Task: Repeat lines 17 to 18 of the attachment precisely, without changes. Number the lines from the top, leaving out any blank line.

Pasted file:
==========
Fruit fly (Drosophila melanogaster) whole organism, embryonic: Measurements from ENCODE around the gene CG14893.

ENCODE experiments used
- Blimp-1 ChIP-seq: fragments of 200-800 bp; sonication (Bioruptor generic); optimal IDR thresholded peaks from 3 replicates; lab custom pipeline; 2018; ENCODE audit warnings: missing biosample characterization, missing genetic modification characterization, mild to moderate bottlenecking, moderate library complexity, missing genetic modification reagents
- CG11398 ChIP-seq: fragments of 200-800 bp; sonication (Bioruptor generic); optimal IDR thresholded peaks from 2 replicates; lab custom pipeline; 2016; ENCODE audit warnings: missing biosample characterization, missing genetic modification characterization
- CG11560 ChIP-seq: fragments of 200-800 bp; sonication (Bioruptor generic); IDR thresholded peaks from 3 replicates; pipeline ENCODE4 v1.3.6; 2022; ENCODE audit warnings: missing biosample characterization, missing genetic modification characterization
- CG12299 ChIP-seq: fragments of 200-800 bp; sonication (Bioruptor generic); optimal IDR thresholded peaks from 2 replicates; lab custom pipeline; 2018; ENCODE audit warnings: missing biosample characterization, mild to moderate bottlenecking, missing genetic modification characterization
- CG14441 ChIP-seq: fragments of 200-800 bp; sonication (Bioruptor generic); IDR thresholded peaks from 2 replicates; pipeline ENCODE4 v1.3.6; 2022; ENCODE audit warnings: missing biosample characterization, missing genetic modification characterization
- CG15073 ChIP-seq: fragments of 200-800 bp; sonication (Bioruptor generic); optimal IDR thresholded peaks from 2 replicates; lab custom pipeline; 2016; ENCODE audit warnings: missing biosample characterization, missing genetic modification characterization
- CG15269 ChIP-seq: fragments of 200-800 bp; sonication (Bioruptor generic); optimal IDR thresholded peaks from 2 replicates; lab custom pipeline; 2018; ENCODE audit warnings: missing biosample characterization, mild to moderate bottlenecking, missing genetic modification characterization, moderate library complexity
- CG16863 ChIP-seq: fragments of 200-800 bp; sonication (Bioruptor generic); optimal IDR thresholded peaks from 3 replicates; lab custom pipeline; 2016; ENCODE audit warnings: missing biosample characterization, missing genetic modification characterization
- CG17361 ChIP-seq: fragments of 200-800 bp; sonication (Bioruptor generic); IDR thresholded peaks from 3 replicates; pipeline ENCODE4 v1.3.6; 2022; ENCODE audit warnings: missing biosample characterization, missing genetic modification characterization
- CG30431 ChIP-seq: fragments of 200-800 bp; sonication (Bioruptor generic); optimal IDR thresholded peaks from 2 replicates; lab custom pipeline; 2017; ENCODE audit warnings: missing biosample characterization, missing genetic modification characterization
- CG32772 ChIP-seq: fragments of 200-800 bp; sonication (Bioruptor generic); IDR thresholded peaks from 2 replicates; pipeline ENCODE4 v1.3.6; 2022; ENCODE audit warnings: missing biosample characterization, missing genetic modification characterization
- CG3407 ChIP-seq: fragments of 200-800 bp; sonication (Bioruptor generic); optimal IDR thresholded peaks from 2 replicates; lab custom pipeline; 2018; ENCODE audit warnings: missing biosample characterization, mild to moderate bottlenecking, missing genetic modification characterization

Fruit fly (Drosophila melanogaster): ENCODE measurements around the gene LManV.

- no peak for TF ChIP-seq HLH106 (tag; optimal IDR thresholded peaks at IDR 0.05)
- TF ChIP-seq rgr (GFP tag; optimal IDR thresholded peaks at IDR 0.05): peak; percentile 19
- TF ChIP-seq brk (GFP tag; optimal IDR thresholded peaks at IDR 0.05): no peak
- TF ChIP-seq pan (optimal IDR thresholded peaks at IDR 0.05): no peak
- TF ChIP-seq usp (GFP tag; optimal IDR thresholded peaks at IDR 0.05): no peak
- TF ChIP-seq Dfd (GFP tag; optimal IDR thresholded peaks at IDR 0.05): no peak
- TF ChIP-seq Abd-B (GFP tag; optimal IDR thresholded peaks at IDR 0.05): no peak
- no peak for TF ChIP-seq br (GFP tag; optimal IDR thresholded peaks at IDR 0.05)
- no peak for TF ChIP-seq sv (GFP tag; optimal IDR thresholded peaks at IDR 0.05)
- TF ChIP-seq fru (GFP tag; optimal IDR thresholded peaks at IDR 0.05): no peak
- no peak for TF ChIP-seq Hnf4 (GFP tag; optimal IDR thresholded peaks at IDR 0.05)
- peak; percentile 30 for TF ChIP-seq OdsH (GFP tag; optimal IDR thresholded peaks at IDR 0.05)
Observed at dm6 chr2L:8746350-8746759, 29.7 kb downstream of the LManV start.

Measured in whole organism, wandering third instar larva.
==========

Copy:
- TF ChIP-seq rgr (GFP tag; optimal IDR thresholded peaks at IDR 0.05): peak; percentile 19
- TF ChIP-seq brk (GFP tag; optimal IDR thresholded peaks at IDR 0.05): no peak